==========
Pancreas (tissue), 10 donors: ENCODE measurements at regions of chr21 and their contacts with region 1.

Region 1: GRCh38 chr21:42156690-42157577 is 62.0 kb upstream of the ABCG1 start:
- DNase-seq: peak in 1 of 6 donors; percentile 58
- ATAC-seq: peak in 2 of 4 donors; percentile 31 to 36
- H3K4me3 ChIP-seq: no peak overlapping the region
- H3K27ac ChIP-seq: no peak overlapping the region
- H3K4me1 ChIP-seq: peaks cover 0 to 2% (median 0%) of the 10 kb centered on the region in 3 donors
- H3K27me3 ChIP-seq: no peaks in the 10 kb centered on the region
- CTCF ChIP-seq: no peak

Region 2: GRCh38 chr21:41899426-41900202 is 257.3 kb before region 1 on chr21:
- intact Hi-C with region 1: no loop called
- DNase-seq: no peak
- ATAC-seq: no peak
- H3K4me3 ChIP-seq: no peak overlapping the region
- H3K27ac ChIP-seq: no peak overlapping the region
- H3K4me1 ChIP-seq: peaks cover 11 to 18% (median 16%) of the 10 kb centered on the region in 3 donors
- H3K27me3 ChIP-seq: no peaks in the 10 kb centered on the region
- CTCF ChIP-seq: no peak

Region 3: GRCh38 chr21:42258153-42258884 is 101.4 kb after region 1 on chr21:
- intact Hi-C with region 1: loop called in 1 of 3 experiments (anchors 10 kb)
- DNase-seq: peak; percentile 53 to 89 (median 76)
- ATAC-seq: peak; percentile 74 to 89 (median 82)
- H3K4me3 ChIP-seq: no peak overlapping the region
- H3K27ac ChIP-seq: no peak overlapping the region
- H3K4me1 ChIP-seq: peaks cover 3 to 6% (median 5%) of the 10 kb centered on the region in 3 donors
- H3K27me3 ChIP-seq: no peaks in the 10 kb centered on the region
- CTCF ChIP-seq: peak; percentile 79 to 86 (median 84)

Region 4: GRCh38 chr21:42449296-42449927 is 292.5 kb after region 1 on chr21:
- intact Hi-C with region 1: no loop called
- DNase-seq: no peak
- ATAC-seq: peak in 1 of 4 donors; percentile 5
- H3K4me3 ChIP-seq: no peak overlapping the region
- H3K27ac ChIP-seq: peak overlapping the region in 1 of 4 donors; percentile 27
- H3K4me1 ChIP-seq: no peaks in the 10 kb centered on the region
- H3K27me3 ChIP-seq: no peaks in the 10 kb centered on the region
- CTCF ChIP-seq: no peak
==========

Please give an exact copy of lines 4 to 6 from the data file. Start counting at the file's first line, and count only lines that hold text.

- ATAC-seq: peak in 2 of 4 donors; percentile 31 to 36
- H3K4me3 ChIP-seq: no peak overlapping the region
- H3K27ac ChIP-seq: no peak overlapping the region